Barbecue on the opposite side of the road served what we call 'spare parts' - gurda, kapura, tilli, kaleji. Most of the stuff ran out pretty soon so the earlier you got there the better were your chances. This shop also does a variety of seekh kebabs, coal grilled chicken legs and all sorts of other delightful finger foods. You just stand around the shop and gobble down the goodies hot off the grill. 

Varieties of kebabs grilling at Barbecue

Cross the road and you're at Taj Ice creams. This shop has been making hand churned ice creams for the last 129 years. And is still going strong with a fanatically devoted clientele. Fresh fruit ice creams, hand made using seasonal fruits, milk and cream, served in little glass ice cream cups. 

Ice cream at Taj

The lanes have many treasures and if you walk further into the Mohalla you will discover Noor Sweets. Ask for their hot jalebis, straight out of the kadai, dipped for a moment in sugar syrup and then served hot. I promise you you won't be able to eat just one or two! Noor Sweets has a fabulous menu packed with all manner of sweet goodies including malpuas and khajas. They have a chocolate malpua too so if you're feeling adventurous, try it out!

Jalebis in the making. This gent churned out hot jalebis and malpuas tirelessly. 

Jalebis at Noor Sweets

You will find fruit sellers, shops selling masalas and spice mixes, farsaans, groceries, sharbat, and other assorted foods scattered around the mohalla. 

The hubby and Valibhai's son 
Photo credit- Kalyan Karmakar

While we lived at VT, and later when we moved to Kharghar we used to go to Vallibhai's shop so often that if the hubby went without me, the owner, Vallibhai's son, would ask after me - Baby nahi ayi? I think he was saying bhabi, but the hubby insists he said 'baby'! Good honest food builds relationships and we had built one with this place. The staff would greet us eagerly every time we went. The owner would always come by to our table, chat with us, ask what we particularly liked on that day, discussed the food business, market trends, etc., with the hubby, and he always slipped me an extra loaded helping of nalli.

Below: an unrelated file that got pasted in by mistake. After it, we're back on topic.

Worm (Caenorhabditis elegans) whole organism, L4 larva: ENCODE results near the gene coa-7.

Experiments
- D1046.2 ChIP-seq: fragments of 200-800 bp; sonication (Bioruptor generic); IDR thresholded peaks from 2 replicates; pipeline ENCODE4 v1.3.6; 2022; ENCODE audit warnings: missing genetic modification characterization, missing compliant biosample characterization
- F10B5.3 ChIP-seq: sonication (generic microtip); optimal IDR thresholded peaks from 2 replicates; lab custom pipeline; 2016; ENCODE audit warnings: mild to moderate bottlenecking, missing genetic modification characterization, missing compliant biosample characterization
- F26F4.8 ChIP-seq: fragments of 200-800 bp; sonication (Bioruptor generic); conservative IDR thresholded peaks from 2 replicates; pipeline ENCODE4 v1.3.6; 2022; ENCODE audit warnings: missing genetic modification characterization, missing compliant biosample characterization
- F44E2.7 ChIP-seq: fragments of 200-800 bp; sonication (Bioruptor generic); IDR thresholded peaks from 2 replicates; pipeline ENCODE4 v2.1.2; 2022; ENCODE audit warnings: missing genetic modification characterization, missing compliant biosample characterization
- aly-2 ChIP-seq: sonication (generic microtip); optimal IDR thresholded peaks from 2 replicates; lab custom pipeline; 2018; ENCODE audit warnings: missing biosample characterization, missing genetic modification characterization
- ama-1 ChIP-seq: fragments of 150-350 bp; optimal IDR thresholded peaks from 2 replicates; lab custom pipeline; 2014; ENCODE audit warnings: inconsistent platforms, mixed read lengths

There's a story behind that extra nalli. The first time we went I particularly looked forward to the nalli nihari, among the other goodies. I love bone marrow and had never tasted this dish that showcased marrow, before. I actually expected a dish with just marrow in it, not pieces of meat garnished with a splash of marrow. So when the proprietor came by to see if we liked what we'd eaten I said I felt that there wasn't enough nalli. He took that as an affront and ordered a minion to get me a plate of just nalli in its gravy. I was in heaven, blissfully unaware that this was a sort of challenge. I dug in gamely and polished off the entire portion. Respect dawned in the gentleman's eyes and he smiled and said - you are a true fan of nalli! I will make sure you never feel there isn't enough of it when you visit my shop. And he kept his word. :)

Topa, Pichhota, and Nalli Nihari at Valibhai's. Different cuts of meat served in a combination of gravies, tarri, and nalli.